SA consumers 'disempowered' by private health care: Competition Commission

Unlike consumer goods such as phones or cars, people buy heath care blindly, says the commission.
Unlike consumer goods such as phones or cars, people buy heath care blindly, says the commission.
Image: 123RF/Alexander Korzh

Health consumers are disempowered and have to choose between 22 medical aid schemes and more than 100 benefit options.

The average private medical aid user does not know that medical brokers charge monthly fees, hidden in the premium, and are supposed to offer continual service.

Unlike other consumer goods, such as a phone or car, where a buyer chooses one based on its price and quality, people buy heath care blindly. They don’t know what they are getting.  

These are some of the findings of a six-year inquiry by the Competition Commission into competition, or lack thereof, in SA's private health-care industry.

The Health Care Market Inquiry started in 2014 and released its findings in Johannesburg on Monday.

Former chief justice Sandile Ngcobo, who headed a five-member panel, joked that he had been told it would last only two years.

It had been gazetted to take two years, but took more than 18 months to get information from private hospital groups, doctors, medical aid schemes and administrators, he said.

On medical aids, Ngcobo said consumers couldn’t shop for better-value options.

“The inability of consumers to easily compare options means they do not readily switch schemes to better options from rivals.

“Schemes have no pressure to compete on price, consumer metrics and offer [better] products.”

The commission recommended a single standardised medical aid option. It also proposed that brokers be paid on an opt-in basis for medical aid members who want them.

It also found that the private sector was designed to drive up use and spend on health care.

Doctors or therapists got paid for every treatment, appointment and procedure performed during an appointment or surgery, whereas overseas they were often paid per overall surgery or procedure..

This is called “fee for service” and it incentivises health professionals to schedule extra tests or appointments, as it means more pay.

Panellist and public health professor Sharon Fonn said even as doctors tried to be innovative, with pricing and services moving away from “fee for service”, medical aids were slow to work with them.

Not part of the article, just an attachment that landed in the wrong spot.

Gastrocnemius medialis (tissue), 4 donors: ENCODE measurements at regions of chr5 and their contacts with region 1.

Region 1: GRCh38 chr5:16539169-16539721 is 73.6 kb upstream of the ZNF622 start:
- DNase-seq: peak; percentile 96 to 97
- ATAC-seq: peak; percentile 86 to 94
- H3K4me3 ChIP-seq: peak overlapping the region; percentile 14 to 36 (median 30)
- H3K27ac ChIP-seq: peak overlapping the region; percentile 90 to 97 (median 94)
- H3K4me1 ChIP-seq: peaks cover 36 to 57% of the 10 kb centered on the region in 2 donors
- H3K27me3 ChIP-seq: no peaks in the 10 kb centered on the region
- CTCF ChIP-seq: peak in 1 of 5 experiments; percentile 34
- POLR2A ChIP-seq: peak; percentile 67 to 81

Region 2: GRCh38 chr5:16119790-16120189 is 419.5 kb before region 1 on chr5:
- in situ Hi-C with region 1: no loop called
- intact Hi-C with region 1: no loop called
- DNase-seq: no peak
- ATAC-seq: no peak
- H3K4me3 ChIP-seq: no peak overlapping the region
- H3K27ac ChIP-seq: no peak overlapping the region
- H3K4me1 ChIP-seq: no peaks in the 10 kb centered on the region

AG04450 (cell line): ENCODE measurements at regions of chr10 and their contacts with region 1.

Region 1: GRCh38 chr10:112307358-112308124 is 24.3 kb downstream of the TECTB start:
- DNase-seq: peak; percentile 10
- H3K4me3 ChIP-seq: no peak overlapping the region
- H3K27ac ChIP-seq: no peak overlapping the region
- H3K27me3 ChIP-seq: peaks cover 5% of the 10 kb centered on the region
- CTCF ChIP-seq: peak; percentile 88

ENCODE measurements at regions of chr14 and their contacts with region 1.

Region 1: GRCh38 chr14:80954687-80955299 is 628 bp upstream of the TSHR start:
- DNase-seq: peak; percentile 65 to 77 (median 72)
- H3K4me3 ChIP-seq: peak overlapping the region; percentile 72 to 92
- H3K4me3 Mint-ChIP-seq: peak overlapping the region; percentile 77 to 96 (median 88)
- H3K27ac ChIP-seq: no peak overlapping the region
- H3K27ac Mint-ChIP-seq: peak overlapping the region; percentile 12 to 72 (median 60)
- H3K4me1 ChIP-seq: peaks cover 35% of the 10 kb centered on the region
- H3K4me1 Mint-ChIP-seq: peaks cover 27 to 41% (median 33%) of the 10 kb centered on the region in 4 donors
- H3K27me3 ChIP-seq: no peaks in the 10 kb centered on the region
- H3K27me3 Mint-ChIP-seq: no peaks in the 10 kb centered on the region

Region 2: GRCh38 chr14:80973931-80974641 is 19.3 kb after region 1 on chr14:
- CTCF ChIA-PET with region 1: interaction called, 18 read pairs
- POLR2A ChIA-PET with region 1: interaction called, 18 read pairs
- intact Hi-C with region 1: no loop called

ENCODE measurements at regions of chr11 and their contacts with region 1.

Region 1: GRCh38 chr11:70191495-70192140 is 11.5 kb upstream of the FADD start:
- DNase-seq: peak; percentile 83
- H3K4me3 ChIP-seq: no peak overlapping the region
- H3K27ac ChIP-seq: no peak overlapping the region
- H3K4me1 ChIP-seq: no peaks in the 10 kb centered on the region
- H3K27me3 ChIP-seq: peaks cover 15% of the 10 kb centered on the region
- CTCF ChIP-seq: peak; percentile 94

Ncgobo said private sector prices were reaching “levels only a minority of South Africans could afford”.

The inquiry was pushed by former health minister Aaron Motsoaledi’s concern about the growing cost of private health care.

Despite pressure for the inquiry by the department of health and the six-year process, Ncgobo said “we did not get a submission from the department of health”.

Many of the findings related to problems with regulation in the private sector. 

However, it found many of the market failures that drove up prices or left consumers powerless were as a result of poor legislation.

Ngcobo said there had been “inadequate stewardship” in the department of health.

“There is failure to hold regulators sufficiently accountable [and], as a consequence, the private sector is neither efficient nor sufficiently competitive. In our view, a competitive sector will result in lower costs and prices.”  

Ncgobo also complained that the state sector did not have “consistent quality” and couldn't provide competition to private hospitals, which would drive down costs.

He spoke of laws governing medical aids that were incomplete and drove up costs.

Panellist Dr Ntuthuko Bhengu gave another example of poor state regulations, saying provinces didn’t know how many licences they had issued for hospitals to be built.

He said of the 400 provincial licences issued for KwaZulu-Natal hospitals, almost 90% “are sitting with people who don’t have capacity to convert them to businesses”.

One of the major proposals of the inquiry was a supply-side regulator to manage how many hospitals there were in an area.

This after the commission found that wherever there were more specialists in an area, there was a greater number of hospital admissions, resulting in over-use of private hospitals. This is called supplier-induced demand.

Fonn explained that as more and more people used excessive health care, it drove up  everyone’s costs, as medical aids raised premiums to cover increased payouts.

She noted that the rate of caesarean sections in the private sector was way above the global average, driving up costs for everyone.

“If everyone is using the health sector more, all of us pay. I might go 15 times for extra [appointments] and everyone’s contribution goes up to cover excess care.”

The findings also noted that the Discovery administrator, which manages 56% of open medical aids, had profits that were “multiples” of their competitors.

Ngcobo said: “They have a degree of market power [that] gives them an ability to control prices ... and maximise fees.”


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